Vinegar Cobbler

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As before, there was very little fruit available in the US and as a result, deserts were the first treats to suffer. However, vinegar cobbler mixed sugar, butter, vanilla and water together, to make a cobbler that was sweet and cheap.

It sounds gross to many modern palettes, but this cobbler is still popular today.

Boiled Carrots Spaghetti

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In the Great Depression, spaghetti and meatballs were replaced by carrots and spaghetti. This was more of a casserole than the Italian dish, and it was mixed together in a sauce that was made of flour, water and salt.

Best of all, this could be made with tinned carrots, thereby saving money.

Peanut Butter – Stuffed Onions

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It seems that not all foods from the Great Depression hit the mark.

The idea of stuffing peanut butter into baked onions was cooked up by the Bureau of Home Economics to keep people fed during those hard times. However, this idea doesn’t sound overly appealing, but it was really pushed as a meal time option.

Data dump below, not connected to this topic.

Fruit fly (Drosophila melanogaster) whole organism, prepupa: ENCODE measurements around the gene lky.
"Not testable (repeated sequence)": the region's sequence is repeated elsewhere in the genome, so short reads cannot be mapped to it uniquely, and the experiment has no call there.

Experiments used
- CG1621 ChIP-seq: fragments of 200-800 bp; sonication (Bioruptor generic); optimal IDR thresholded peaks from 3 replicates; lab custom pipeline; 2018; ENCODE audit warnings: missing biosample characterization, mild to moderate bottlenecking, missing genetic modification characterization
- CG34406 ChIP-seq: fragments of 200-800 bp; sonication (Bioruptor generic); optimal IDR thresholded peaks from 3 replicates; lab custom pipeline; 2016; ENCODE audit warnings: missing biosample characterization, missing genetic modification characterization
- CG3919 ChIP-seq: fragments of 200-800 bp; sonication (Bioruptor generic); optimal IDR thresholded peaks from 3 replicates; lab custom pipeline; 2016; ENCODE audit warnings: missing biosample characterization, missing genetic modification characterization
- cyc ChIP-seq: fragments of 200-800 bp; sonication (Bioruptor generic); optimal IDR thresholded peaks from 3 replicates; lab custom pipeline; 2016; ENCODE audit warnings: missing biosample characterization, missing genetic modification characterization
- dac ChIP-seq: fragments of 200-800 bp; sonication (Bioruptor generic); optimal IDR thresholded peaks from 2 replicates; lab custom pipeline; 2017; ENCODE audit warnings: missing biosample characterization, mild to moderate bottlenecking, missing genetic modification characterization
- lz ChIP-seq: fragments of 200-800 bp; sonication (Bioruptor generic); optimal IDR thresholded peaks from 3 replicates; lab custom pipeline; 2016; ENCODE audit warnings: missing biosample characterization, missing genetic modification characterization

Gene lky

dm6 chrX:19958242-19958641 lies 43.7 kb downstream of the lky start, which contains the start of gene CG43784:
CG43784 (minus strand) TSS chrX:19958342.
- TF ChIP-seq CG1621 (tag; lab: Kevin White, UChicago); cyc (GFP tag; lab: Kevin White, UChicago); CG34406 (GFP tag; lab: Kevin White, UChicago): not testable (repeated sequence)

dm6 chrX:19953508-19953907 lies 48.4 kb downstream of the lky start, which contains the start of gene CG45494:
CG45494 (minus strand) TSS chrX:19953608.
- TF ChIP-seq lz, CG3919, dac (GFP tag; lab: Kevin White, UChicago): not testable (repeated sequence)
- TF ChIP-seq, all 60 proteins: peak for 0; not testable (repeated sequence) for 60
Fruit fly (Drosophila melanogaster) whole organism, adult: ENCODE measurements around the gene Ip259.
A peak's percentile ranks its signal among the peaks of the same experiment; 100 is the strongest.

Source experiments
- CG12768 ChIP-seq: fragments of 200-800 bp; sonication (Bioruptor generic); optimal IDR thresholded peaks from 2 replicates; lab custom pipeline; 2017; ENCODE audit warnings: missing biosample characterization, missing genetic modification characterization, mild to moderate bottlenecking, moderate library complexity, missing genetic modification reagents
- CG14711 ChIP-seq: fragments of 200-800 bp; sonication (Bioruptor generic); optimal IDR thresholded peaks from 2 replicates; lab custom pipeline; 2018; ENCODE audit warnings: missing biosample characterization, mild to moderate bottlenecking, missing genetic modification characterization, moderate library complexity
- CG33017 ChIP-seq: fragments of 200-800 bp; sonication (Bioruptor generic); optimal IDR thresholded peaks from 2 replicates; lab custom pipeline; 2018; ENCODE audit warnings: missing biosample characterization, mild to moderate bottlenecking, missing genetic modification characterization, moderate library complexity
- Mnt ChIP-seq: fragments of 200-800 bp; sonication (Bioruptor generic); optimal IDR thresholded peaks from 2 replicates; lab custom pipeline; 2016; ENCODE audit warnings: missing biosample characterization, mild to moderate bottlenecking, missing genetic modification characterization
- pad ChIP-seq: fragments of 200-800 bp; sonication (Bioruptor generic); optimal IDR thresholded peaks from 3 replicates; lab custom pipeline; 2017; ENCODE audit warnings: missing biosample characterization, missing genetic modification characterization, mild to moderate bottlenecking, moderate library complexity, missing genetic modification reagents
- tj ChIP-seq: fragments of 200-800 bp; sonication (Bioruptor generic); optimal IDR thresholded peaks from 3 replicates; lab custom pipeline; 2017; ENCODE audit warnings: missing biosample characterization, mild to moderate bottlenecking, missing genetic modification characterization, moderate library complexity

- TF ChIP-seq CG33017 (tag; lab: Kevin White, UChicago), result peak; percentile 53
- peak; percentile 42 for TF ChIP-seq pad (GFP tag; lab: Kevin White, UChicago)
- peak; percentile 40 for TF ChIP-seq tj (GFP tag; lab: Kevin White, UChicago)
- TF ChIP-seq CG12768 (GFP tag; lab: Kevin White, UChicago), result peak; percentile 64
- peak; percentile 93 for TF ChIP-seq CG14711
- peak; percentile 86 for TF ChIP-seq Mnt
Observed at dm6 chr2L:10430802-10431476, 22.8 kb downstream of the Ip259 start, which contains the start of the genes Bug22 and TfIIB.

Mulligan’s Stew

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This option doesn’t sound too different from most casseroles that you will find today. 

It used a mixture of onions, potatoes, beans and corn, as well as meat scraps. In short, it was a stew for whatever people had available. It was tasty and allowed protein to be eaten with ease, rather than thrown away, which reduced food waste.

Poor Man’s Meal

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Most people have heard of this and it is something that is still eaten today, despite its name. It was made up of hot dogs that were boiled and potato slices. It was one of the most popular meals during the depression, solely because it was filling and cheap.

Italian Ice

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This is often known as shaved ice today and was created as a replacement for ice cream during the Great Depression, as it was incredibly cheap and refreshing. It was a mixture of ice, juice or fruit concentrate which you can still find today. It was also considered to be one of the main foods that Americans embraced from Italian immigrants. 

Potato Pancakes

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Potatoes were one of the most widely available and inexpensive foods during the Great Depression, so it stands to reason that.They would have been extended into the realm of pancakes.Potato pancakes were eaten for breakfast or as a side dish for lunch or dinner and were incredibly filling.When sprinkled with salt or pepper. 

Hobo Dinners

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During the Great Depression, a fair number of people experienced homelessness. As they didn’t have access to a grill or a stove, they cooked their meals on an open fire.